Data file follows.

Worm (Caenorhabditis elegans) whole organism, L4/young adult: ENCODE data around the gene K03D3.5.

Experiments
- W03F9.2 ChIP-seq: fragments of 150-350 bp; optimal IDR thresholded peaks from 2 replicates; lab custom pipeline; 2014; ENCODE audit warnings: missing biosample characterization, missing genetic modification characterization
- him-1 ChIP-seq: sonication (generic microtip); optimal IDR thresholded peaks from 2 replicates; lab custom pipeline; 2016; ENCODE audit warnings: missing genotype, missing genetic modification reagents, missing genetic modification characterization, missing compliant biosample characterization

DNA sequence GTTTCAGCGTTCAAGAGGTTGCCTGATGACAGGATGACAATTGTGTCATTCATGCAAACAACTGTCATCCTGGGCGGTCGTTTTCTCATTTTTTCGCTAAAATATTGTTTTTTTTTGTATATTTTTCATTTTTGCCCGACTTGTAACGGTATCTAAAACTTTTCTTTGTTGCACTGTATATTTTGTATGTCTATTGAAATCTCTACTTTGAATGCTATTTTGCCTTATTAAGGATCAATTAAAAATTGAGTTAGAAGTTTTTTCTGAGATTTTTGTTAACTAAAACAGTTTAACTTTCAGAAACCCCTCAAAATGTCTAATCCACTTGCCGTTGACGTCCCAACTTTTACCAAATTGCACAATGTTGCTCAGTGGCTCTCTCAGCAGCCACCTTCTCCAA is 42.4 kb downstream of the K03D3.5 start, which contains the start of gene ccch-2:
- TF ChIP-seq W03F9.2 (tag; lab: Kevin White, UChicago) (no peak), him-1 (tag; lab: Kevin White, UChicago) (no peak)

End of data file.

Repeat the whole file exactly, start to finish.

Worm (Caenorhabditis elegans) whole organism, L4/young adult: ENCODE data around the gene K03D3.5.

Experiments
- W03F9.2 ChIP-seq: fragments of 150-350 bp; optimal IDR thresholded peaks from 2 replicates; lab custom pipeline; 2014; ENCODE audit warnings: missing biosample characterization, missing genetic modification characterization
- him-1 ChIP-seq: sonication (generic microtip); optimal IDR thresholded peaks from 2 replicates; lab custom pipeline; 2016; ENCODE audit warnings: missing genotype, missing genetic modification reagents, missing genetic modification characterization, missing compliant biosample characterization

DNA sequence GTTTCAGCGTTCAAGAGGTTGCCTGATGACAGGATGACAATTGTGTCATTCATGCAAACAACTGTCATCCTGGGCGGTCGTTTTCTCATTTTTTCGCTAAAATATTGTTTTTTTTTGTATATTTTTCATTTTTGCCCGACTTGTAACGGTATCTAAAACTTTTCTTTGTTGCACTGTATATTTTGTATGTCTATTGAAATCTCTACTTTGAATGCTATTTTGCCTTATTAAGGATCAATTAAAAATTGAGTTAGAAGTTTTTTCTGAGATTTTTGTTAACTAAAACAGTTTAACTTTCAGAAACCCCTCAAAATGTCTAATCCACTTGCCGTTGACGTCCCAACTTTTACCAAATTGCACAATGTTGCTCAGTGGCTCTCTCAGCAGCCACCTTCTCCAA is 42.4 kb downstream of the K03D3.5 start, which contains the start of gene ccch-2:
- TF ChIP-seq W03F9.2 (tag; lab: Kevin White, UChicago) (no peak), him-1 (tag; lab: Kevin White, UChicago) (no peak)